Returning to our series on lectio divina, we arrive at the final step, contemplation (contemplatio).
Thus far we have read (lectio) the passage of scripture, meditated (meditatio) on it, and prayed (oratio) to God, relating everything back to Him. It is now our duty to rest in the presence of God and simply absorb the moment.
This is how Father Luke Dysinger, OSB, describes it:
“Rest in God’s embrace. And when he invites you to return to your contemplation of his word or to your inner dialogue with him, do so. Learn to use words when words are helpful, and to let go of words when they no longer are necessary. Rejoice in the knowledge that God is with you in both words and silence, in spiritual activity and inner receptivity.
Sometimes in lectio divina, you may return several times to the printed text, either to savor the literary context of the word or phrase that God has given or to seek a new word or phrase to ponder. At other times, only a single word or phrase will fill the whole time set aside for lectio divina. It is not necessary to assess anxiously the quality of your lectio divina, as if you were “performing” or seeking some goal. Lectio divina has no goal other than that of being in the presence of God by praying the Scriptures.”
Contemplation gives you the opportunity to reap the fruits of your labors. The entire process of lectio divina is described in a similar way by Tim Gray, “Like gardening, prayer takes planting, tending, and harvest before we taste the fruits of our labors” (Praying Scripture for a Change).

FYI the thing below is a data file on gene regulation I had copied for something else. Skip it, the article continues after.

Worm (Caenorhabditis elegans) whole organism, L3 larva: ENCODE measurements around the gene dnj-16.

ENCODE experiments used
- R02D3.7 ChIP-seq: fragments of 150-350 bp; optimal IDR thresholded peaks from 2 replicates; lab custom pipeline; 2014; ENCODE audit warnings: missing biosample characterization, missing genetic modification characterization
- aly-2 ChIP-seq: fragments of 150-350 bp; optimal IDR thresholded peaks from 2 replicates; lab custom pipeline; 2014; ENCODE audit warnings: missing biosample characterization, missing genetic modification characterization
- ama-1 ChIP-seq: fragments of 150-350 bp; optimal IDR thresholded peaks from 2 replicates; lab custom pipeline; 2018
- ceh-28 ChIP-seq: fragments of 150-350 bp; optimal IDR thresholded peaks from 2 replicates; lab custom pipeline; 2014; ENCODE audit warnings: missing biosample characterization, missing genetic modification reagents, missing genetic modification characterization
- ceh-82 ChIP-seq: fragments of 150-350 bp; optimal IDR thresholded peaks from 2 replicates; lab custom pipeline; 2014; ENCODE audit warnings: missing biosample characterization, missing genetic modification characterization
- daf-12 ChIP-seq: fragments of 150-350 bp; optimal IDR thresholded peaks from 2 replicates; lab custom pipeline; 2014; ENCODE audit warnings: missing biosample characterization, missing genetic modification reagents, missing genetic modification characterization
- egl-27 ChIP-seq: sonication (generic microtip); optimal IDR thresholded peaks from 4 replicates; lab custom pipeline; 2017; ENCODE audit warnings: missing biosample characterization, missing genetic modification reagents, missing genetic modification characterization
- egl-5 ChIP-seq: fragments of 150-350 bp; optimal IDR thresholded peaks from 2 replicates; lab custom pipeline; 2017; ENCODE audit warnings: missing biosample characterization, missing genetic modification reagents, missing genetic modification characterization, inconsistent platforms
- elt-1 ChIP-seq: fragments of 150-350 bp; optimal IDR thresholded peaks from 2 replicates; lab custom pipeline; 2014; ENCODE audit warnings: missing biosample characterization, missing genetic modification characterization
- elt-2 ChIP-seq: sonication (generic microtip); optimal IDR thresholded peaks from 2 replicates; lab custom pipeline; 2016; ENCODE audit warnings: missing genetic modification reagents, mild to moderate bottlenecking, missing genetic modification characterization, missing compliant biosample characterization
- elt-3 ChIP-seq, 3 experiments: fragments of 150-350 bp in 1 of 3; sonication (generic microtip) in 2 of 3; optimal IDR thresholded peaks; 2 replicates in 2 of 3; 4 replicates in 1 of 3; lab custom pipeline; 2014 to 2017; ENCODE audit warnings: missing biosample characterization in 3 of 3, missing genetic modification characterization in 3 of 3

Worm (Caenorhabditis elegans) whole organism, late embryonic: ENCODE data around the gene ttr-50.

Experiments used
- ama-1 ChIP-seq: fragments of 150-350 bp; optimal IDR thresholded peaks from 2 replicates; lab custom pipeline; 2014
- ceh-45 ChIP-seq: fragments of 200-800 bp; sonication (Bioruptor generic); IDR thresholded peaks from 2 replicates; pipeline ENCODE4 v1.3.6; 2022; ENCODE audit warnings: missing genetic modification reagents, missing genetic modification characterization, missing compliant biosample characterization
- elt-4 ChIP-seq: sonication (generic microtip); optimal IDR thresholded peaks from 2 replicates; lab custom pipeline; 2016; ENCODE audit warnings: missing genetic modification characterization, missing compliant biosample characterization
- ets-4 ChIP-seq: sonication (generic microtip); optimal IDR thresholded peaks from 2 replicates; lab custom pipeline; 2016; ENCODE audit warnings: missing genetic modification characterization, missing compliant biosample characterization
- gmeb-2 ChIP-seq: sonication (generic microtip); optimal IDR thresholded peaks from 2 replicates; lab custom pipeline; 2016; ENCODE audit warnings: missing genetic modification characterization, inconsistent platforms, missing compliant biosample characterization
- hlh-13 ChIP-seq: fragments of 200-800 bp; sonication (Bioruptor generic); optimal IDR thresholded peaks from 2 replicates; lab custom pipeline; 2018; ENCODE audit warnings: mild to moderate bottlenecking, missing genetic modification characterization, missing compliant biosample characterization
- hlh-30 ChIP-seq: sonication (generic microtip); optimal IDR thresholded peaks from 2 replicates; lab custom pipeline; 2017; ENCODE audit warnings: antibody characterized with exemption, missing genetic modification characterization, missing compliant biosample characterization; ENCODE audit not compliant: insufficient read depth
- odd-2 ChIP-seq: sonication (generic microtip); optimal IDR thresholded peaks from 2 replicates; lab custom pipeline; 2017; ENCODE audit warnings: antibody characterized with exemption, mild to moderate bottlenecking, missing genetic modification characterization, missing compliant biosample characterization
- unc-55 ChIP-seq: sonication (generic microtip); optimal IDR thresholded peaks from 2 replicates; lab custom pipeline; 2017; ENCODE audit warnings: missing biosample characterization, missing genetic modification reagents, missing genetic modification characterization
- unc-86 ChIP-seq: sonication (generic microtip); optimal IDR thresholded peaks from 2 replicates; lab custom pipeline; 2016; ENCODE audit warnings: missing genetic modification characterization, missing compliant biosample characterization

The first few steps of lectio divina are arduous and require much effort on our part. However, once we get to the step of contemplation, form passes away and we are allowed to sit and rest in the arms of God.
The Catechism further elaborates on the beauty and nature of contemplation:
“2715 Contemplation is a gaze of faith, fixed on Jesus. ‘I look at him and he looks at me’: this is what a certain peasant of Ars in the time of his holy curé used to say while praying before the tabernacle. This focus on Jesus is a renunciation of self. His gaze purifies our heart; the light of the countenance of Jesus illumines the eyes of our heart and teaches us to see everything in the light of his truth and his compassion for all men. Contemplation also turns its gaze on the mysteries of the life of Christ. Thus it learns the ‘interior knowledge of our Lord,’ the more to love him and follow him.”
One could say that the goal of contemplation is to arrive at a deeper love of God and a recognition of His presence in our lives.
For those struggling with this last and final step, try this: quiet your mind and breathe slowly. Then, picture Jesus sitting right in front of you. Notice His gaze. What is He looking at? Can you see His eyes? Rest in His gaze.
Contemplation can be best summed up by the peasant of Ars, “I look at Him and He looks at me.”
That concludes our series on lectio divina. Stay tuned for a new series on prayer that I will start on Friday.
Read the Entire Series:
- The Third Step of Lectio Divina: Returning Everything Back to God
- The Second Step of Lectio Divina: Christian Meditation
- The First Step of Lectio Divina: Slow Down!
- What is Lectio Divina and Why Bother?
- Breathe Life into the Divine Office with C.S. Lewis’ Reflections on the Psalms
- An Introduction to the Four Volume Breviary
- Beginner’s Guide to Praying the Liturgy of the Hours
- Physical Breviary vs. iBreviary: How is a Person to Pray?
- The Digital Breviary: A Guide to Praying the Divine Office in a Digital World
- 5 Reasons to Pray the Divine Office Daily
- 5 Practical Ways to Prepare for Mass
- How to Actively Participate in Mass
- 3 Ways to Imitate Jesus’ Vocal Prayer
- How to Pray Like Jesus: The Ultimate Checklist